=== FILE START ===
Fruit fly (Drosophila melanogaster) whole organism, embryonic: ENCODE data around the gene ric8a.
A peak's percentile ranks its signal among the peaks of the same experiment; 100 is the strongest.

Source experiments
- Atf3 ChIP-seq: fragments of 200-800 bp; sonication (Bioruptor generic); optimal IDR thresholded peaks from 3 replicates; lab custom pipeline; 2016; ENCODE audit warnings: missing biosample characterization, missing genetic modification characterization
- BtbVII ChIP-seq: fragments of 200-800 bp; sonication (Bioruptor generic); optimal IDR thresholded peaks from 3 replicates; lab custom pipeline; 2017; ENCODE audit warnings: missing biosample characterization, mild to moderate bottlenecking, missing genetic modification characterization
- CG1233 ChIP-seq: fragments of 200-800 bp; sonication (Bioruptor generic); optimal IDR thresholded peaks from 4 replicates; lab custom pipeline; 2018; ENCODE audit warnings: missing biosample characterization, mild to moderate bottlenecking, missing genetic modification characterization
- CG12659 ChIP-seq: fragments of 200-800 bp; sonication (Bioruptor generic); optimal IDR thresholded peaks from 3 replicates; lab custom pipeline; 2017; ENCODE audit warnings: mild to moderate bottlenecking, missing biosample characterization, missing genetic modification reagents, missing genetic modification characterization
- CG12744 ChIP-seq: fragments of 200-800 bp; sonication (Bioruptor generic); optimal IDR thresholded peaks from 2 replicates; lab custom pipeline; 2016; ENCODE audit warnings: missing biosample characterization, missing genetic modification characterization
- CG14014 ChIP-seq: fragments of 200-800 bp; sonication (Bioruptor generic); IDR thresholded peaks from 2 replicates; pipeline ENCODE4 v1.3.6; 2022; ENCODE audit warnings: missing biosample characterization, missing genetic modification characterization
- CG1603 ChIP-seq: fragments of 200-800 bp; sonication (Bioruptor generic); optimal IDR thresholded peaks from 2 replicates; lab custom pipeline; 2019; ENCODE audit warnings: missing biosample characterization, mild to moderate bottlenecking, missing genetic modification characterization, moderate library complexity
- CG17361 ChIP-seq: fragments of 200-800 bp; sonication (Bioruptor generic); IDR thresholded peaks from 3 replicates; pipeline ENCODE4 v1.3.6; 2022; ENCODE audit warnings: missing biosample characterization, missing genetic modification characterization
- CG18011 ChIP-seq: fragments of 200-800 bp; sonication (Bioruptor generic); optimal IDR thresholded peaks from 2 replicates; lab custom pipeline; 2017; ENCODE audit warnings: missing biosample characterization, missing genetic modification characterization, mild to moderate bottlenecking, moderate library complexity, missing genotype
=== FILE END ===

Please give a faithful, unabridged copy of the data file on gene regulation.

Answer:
Fruit fly (Drosophila melanogaster) whole organism, embryonic: ENCODE data around the gene ric8a.
A peak's percentile ranks its signal among the peaks of the same experiment; 100 is the strongest.

Source experiments
- Atf3 ChIP-seq: fragments of 200-800 bp; sonication (Bioruptor generic); optimal IDR thresholded peaks from 3 replicates; lab custom pipeline; 2016; ENCODE audit warnings: missing biosample characterization, missing genetic modification characterization
- BtbVII ChIP-seq: fragments of 200-800 bp; sonication (Bioruptor generic); optimal IDR thresholded peaks from 3 replicates; lab custom pipeline; 2017; ENCODE audit warnings: missing biosample characterization, mild to moderate bottlenecking, missing genetic modification characterization
- CG1233 ChIP-seq: fragments of 200-800 bp; sonication (Bioruptor generic); optimal IDR thresholded peaks from 4 replicates; lab custom pipeline; 2018; ENCODE audit warnings: missing biosample characterization, mild to moderate bottlenecking, missing genetic modification characterization
- CG12659 ChIP-seq: fragments of 200-800 bp; sonication (Bioruptor generic); optimal IDR thresholded peaks from 3 replicates; lab custom pipeline; 2017; ENCODE audit warnings: mild to moderate bottlenecking, missing biosample characterization, missing genetic modification reagents, missing genetic modification characterization
- CG12744 ChIP-seq: fragments of 200-800 bp; sonication (Bioruptor generic); optimal IDR thresholded peaks from 2 replicates; lab custom pipeline; 2016; ENCODE audit warnings: missing biosample characterization, missing genetic modification characterization
- CG14014 ChIP-seq: fragments of 200-800 bp; sonication (Bioruptor generic); IDR thresholded peaks from 2 replicates; pipeline ENCODE4 v1.3.6; 2022; ENCODE audit warnings: missing biosample characterization, missing genetic modification characterization
- CG1603 ChIP-seq: fragments of 200-800 bp; sonication (Bioruptor generic); optimal IDR thresholded peaks from 2 replicates; lab custom pipeline; 2019; ENCODE audit warnings: missing biosample characterization, mild to moderate bottlenecking, missing genetic modification characterization, moderate library complexity
- CG17361 ChIP-seq: fragments of 200-800 bp; sonication (Bioruptor generic); IDR thresholded peaks from 3 replicates; pipeline ENCODE4 v1.3.6; 2022; ENCODE audit warnings: missing biosample characterization, missing genetic modification characterization
- CG18011 ChIP-seq: fragments of 200-800 bp; sonication (Bioruptor generic); optimal IDR thresholded peaks from 2 replicates; lab custom pipeline; 2017; ENCODE audit warnings: missing biosample characterization, missing genetic modification characterization, mild to moderate bottlenecking, moderate library complexity, missing genotype